Globalisation and restructuring: This part of the module will consider the meaning and impact of globalisation and its role in accelerating restructuring: shocks, meta theories and changing paradigms. Implications for the EU and mechanisms of structural adjustment to global competition. Using a generic heuristic restructuring model to analyse drivers of change and predict the impact on employment at sector level; forecasting future skills needs from analysing the impact of restructuring on the level and range of skills needed in key occupations. European labour markets: This session will compare the labour market characteristics of major EU economies and examine progress towards the Lisbon objectives in terms of levels of employment and issues like gender differences in labour market participation. Discussion will focus on explaining diversity in terms of differences in regimes of labour market regulation and their relation with economic structures as well as historical and cultural factors. Strategies for Employment: This session will examine strategies for promoting employment from the OECD Jobs Strategy to ILO initiatives, and EU and APEC policies. EU strategies including the European Employment Strategy and the Luxembourg Process will be analysed in detail, along with the Lisbon objectives. National Action Plans for Employment will be compared across the EU, highlighting good practice in issues like labour market activation and their scope for transfer discussed. Training and development: The role of training in European strategies in support of the Lisbon objectives. Structural differences in training regimes across the EU will be discussed in terms of state regulated versus market-led systems and in terms of workplace versus school-focussed systems. The different conceptions of competence across Europe will be presented along with attempts to reconcile these with a common European Qualifications Framework to promote labour mobility. Employment relations and social dialogue: Social dialogue arrangements at the European level and their role in determining employment and training policy. The diversity of social dialogue approaches will be compared across Europe – traditional typology of industrial relations systems and alternative conceptions based on the balance between concertation versus market approaches as tendencies present in all member states at all times, but in different proportions.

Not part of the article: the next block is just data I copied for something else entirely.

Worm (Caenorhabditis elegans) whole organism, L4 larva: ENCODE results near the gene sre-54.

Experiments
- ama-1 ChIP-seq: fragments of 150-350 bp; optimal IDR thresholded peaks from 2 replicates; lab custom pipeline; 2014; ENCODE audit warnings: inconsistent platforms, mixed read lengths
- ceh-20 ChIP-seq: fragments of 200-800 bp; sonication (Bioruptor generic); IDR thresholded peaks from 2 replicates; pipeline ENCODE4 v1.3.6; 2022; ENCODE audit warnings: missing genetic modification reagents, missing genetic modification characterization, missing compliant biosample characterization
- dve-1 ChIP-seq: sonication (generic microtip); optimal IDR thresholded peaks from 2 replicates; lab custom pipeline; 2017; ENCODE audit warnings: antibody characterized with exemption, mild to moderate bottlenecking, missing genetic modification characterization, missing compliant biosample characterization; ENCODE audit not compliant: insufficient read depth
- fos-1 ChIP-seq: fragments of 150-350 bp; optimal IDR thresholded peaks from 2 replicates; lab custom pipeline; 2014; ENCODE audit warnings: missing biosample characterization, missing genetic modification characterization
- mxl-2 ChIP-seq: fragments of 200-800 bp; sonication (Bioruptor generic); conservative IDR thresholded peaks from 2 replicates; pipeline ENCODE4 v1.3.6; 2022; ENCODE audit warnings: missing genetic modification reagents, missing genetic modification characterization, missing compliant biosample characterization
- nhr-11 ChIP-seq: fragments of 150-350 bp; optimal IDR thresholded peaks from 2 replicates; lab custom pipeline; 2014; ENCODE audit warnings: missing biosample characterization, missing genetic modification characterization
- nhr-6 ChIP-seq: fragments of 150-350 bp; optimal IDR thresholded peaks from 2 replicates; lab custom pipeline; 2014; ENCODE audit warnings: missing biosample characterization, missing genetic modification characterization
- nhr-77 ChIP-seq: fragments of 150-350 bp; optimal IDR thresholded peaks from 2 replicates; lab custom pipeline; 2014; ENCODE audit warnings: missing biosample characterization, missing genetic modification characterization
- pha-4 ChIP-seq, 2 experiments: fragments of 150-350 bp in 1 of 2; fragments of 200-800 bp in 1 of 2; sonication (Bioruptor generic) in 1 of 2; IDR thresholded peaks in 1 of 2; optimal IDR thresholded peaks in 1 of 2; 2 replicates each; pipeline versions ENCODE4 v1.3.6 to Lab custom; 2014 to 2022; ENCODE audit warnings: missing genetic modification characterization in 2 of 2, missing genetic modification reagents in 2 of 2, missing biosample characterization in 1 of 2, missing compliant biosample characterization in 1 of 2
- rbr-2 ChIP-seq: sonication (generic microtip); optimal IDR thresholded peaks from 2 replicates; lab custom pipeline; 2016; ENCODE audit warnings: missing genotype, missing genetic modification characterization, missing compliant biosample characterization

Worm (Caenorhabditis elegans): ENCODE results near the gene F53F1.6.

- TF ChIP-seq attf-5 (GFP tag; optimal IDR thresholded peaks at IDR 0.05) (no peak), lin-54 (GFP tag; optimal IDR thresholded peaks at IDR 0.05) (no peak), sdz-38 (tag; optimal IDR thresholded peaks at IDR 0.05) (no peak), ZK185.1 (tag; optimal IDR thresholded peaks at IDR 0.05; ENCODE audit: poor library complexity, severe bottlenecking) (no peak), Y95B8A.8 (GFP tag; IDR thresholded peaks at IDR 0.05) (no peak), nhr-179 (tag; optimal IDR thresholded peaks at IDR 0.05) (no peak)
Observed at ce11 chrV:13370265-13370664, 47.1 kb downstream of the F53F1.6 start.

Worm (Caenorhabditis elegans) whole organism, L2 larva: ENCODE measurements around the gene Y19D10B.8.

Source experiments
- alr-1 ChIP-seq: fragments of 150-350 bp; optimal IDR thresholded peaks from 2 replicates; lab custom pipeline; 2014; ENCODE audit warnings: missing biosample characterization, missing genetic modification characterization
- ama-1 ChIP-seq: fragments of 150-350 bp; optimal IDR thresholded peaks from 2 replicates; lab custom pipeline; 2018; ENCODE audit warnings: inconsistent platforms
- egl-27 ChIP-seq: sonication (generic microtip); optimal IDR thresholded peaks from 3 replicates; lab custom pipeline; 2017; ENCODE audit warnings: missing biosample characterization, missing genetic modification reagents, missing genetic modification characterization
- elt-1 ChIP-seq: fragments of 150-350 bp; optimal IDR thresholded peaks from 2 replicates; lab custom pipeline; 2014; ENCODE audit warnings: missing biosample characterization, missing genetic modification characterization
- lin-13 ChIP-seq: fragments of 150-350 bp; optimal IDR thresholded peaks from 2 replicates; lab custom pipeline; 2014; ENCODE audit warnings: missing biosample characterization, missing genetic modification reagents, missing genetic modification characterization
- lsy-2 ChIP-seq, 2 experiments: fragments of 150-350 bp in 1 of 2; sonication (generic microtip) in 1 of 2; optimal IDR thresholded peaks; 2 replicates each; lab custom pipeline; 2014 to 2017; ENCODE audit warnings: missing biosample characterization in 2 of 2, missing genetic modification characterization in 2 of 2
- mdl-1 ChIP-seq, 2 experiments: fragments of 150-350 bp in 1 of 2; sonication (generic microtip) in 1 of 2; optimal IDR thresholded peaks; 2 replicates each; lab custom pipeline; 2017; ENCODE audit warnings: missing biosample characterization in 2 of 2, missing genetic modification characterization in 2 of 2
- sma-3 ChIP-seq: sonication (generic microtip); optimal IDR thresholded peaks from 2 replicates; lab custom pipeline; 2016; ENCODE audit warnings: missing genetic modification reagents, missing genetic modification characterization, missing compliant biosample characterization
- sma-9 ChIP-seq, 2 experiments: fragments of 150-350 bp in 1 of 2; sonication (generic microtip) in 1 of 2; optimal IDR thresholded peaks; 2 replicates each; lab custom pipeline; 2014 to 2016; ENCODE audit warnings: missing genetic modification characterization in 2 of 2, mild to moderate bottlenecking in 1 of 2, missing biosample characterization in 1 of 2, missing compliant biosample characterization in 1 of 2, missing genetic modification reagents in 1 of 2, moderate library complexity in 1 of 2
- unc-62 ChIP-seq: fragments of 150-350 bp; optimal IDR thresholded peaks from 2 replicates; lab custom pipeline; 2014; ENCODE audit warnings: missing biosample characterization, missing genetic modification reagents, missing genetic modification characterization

Learning and Teaching